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You and Yourn

It Would Make Things Worse

(Parasol; US: 27 Oct 2009; UK: 27 Oct 2009)

On It Would Make Things Worse, You and Yourn play mostly soft and acoustic indie folk, but the central drive of the album is a sense of resistance. Married couple Heather and Nic Dillon speak from a position of engagement, whether against contemporary economic culture (“Commercial Paper”) or the busyness we get caught up in (“Great Lakes”). The pair claw most immediately against the complacency of every day life, not exactly in the fight against quiet desperation that has become cliche, but in a personal opposition to complacency and conformity. In “Double Knots”, the duo’s harmonies admit, “Thought to rebel but found no benefit / So I’ve made peace with it / I’ve done ordinary well”. Of course, that’s no counterrevolutionary anthem but a bit of misdirection. The life proposed on this album is one that’s slow and considered, restlessly in search of something more. With this awareness comes the sense of accidents and regrets (especially on “Guillotine”), but that’s turned from weight into wisdom, as on the closing offer of reasonable hope, “I Can Wait This Out”. It’s a patient album that rewards a patient listen.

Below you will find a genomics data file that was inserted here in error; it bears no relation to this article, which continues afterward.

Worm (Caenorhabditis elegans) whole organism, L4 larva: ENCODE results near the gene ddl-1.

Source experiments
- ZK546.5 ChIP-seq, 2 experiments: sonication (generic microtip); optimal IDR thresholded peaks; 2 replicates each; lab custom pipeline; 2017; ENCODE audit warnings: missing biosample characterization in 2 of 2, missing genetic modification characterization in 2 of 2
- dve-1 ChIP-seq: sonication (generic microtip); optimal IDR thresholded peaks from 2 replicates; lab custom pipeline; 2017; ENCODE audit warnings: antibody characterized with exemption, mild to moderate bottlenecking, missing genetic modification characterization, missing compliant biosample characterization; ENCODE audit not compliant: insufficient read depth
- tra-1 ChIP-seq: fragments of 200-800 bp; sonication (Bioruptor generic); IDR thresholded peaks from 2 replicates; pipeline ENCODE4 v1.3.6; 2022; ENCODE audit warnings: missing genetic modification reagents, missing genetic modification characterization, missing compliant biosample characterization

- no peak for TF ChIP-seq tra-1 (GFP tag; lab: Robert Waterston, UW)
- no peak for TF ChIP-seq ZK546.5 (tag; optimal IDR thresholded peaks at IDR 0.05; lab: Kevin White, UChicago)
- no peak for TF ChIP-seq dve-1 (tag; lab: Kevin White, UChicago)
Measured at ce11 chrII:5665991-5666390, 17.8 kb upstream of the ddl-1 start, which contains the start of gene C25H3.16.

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Justin Cober-Lake lives in Charlottesville, Virginia, with his wife, kids, and dog. His writing has appeared in a number of places, including Stylus, Paste, Chord, and Trouser Press. His work made its first appearance on CD with the release of Todd Goodman's first symphony, Fields of Crimson. He's recently co-founded the literary fly-fishing journal Rise Forms.


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